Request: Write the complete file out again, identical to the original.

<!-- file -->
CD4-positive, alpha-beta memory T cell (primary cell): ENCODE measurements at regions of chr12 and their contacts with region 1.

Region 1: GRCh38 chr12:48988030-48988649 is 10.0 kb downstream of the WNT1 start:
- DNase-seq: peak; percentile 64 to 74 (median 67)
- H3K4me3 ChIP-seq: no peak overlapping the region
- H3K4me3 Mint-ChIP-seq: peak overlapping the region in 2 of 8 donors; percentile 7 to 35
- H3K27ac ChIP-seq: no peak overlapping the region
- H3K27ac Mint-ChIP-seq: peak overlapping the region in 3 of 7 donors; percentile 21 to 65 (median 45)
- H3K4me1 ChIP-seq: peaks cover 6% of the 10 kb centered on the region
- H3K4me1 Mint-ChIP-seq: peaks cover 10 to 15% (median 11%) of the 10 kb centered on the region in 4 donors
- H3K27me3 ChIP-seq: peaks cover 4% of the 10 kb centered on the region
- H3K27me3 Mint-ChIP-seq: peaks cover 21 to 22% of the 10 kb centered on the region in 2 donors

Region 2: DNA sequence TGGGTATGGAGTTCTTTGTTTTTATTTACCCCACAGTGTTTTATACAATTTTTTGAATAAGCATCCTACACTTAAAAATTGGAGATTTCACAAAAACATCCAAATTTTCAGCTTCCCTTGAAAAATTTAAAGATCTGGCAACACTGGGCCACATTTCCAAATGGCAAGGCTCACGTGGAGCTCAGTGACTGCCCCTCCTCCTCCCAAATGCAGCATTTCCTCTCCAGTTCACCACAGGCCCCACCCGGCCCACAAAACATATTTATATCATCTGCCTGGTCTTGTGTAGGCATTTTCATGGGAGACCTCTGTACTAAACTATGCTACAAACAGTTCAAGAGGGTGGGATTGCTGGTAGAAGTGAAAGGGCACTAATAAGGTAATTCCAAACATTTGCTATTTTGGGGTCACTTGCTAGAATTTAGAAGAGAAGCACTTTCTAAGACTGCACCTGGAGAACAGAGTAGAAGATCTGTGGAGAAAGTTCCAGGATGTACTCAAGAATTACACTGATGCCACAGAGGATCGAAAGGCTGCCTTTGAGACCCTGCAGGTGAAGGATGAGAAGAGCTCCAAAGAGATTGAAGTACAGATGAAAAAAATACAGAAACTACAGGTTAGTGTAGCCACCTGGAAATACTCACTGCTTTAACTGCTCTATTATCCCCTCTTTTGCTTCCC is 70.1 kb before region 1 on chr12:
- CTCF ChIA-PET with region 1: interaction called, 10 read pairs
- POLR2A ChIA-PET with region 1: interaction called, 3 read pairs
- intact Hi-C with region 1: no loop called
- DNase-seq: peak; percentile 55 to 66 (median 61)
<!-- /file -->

CD4-positive, alpha-beta memory T cell (primary cell): ENCODE measurements at regions of chr12 and their contacts with region 1.

Region 1: GRCh38 chr12:48988030-48988649 is 10.0 kb downstream of the WNT1 start:
- DNase-seq: peak; percentile 64 to 74 (median 67)
- H3K4me3 ChIP-seq: no peak overlapping the region
- H3K4me3 Mint-ChIP-seq: peak overlapping the region in 2 of 8 donors; percentile 7 to 35
- H3K27ac ChIP-seq: no peak overlapping the region
- H3K27ac Mint-ChIP-seq: peak overlapping the region in 3 of 7 donors; percentile 21 to 65 (median 45)
- H3K4me1 ChIP-seq: peaks cover 6% of the 10 kb centered on the region
- H3K4me1 Mint-ChIP-seq: peaks cover 10 to 15% (median 11%) of the 10 kb centered on the region in 4 donors
- H3K27me3 ChIP-seq: peaks cover 4% of the 10 kb centered on the region
- H3K27me3 Mint-ChIP-seq: peaks cover 21 to 22% of the 10 kb centered on the region in 2 donors

Region 2: DNA sequence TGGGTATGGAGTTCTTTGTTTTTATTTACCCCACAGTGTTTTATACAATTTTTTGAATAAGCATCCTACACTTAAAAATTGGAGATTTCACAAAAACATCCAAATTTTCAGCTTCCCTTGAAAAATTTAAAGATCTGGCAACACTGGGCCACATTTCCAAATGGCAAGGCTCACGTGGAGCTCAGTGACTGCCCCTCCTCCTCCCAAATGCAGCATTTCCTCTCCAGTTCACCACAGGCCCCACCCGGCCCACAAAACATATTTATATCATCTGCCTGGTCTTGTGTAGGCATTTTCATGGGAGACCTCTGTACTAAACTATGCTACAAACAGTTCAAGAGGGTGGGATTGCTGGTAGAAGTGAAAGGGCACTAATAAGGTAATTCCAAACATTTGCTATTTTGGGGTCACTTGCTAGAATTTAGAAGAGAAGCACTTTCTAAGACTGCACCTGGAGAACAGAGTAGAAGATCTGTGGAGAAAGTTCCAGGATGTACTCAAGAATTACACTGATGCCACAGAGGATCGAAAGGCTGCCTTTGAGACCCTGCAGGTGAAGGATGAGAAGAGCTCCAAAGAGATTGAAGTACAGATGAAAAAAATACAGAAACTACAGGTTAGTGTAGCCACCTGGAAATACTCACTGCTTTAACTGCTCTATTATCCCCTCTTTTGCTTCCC is 70.1 kb before region 1 on chr12:
- CTCF ChIA-PET with region 1: interaction called, 10 read pairs
- POLR2A ChIA-PET with region 1: interaction called, 3 read pairs
- intact Hi-C with region 1: no loop called
- DNase-seq: peak; percentile 55 to 66 (median 61)